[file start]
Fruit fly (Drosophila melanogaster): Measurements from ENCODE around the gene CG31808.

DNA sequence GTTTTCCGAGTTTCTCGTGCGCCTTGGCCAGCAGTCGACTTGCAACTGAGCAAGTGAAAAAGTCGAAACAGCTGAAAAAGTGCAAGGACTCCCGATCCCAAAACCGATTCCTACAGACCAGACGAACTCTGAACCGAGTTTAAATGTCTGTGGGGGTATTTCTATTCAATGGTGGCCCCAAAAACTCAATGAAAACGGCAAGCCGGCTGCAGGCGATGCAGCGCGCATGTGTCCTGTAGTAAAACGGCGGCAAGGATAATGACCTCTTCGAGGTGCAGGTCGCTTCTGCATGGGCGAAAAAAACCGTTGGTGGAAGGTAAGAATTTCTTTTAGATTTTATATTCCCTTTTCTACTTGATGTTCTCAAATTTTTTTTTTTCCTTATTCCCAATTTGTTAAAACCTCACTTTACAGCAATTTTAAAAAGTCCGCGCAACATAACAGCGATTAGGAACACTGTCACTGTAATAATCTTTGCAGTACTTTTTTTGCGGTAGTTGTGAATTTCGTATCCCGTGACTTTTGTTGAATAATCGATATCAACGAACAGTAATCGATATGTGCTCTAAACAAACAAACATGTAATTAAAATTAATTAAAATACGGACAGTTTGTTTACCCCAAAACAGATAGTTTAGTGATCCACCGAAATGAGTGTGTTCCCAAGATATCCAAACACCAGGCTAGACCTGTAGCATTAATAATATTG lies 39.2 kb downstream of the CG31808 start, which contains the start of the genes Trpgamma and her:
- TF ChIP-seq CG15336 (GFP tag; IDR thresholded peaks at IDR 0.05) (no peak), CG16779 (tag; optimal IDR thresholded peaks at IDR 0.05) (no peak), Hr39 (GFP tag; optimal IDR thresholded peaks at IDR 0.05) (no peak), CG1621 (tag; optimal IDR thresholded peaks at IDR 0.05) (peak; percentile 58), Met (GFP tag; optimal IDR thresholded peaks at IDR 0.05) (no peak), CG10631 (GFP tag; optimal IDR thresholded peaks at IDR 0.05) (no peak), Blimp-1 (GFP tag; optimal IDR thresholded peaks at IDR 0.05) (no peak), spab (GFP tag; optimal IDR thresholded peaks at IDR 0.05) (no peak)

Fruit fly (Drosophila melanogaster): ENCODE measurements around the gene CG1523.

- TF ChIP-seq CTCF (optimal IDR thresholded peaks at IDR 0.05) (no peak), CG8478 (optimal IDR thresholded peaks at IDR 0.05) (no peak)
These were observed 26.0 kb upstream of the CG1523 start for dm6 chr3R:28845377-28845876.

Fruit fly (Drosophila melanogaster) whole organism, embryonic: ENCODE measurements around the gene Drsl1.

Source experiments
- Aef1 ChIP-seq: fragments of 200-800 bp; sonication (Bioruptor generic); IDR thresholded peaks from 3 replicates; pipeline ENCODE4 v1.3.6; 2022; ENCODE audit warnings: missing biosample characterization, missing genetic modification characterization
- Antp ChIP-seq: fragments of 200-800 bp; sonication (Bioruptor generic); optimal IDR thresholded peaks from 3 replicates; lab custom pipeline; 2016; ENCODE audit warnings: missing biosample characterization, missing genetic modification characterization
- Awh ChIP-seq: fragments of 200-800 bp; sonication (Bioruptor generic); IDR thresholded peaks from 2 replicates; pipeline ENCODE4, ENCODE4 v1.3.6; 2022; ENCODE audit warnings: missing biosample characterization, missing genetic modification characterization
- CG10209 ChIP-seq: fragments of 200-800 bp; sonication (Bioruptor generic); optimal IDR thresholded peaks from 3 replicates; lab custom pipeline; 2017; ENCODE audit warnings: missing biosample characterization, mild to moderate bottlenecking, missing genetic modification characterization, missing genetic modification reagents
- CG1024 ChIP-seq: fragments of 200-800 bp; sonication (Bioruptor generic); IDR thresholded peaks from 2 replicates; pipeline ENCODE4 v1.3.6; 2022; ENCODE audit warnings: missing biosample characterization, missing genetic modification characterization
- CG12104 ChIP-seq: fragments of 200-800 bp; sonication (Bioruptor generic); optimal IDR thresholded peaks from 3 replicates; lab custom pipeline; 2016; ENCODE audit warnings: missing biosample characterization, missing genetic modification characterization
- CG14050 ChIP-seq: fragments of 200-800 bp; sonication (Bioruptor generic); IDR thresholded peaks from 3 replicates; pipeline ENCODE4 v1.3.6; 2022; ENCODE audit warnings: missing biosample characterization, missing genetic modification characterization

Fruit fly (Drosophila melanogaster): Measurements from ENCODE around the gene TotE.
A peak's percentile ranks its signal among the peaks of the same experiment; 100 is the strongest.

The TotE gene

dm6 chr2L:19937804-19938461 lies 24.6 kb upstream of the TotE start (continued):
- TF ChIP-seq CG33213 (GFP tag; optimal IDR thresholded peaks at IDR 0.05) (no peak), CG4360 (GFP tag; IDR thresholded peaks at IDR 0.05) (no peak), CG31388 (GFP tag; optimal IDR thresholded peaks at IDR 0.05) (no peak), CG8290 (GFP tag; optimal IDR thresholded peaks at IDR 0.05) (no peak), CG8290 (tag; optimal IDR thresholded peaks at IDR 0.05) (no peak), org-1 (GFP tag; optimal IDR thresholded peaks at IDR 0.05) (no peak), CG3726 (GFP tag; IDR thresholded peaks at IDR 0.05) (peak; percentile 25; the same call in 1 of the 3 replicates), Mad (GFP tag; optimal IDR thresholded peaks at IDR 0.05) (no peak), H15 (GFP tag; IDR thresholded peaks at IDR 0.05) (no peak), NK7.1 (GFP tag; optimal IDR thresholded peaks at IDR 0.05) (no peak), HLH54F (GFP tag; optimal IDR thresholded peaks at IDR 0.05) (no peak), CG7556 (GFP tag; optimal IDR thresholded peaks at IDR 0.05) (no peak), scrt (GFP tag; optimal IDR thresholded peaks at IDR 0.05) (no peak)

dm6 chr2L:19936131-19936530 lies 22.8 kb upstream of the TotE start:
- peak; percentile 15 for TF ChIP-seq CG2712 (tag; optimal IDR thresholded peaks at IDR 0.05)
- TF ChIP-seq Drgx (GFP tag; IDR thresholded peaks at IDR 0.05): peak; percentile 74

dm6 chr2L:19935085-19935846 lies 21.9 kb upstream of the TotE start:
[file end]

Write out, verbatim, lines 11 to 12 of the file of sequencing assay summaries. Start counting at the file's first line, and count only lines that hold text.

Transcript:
- Awh ChIP-seq: fragments of 200-800 bp; sonication (Bioruptor generic); IDR thresholded peaks from 2 replicates; pipeline ENCODE4, ENCODE4 v1.3.6; 2022; ENCODE audit warnings: missing biosample characterization, missing genetic modification characterization
- CG10209 ChIP-seq: fragments of 200-800 bp; sonication (Bioruptor generic); optimal IDR thresholded peaks from 3 replicates; lab custom pipeline; 2017; ENCODE audit warnings: missing biosample characterization, mild to moderate bottlenecking, missing genetic modification characterization, missing genetic modification reagents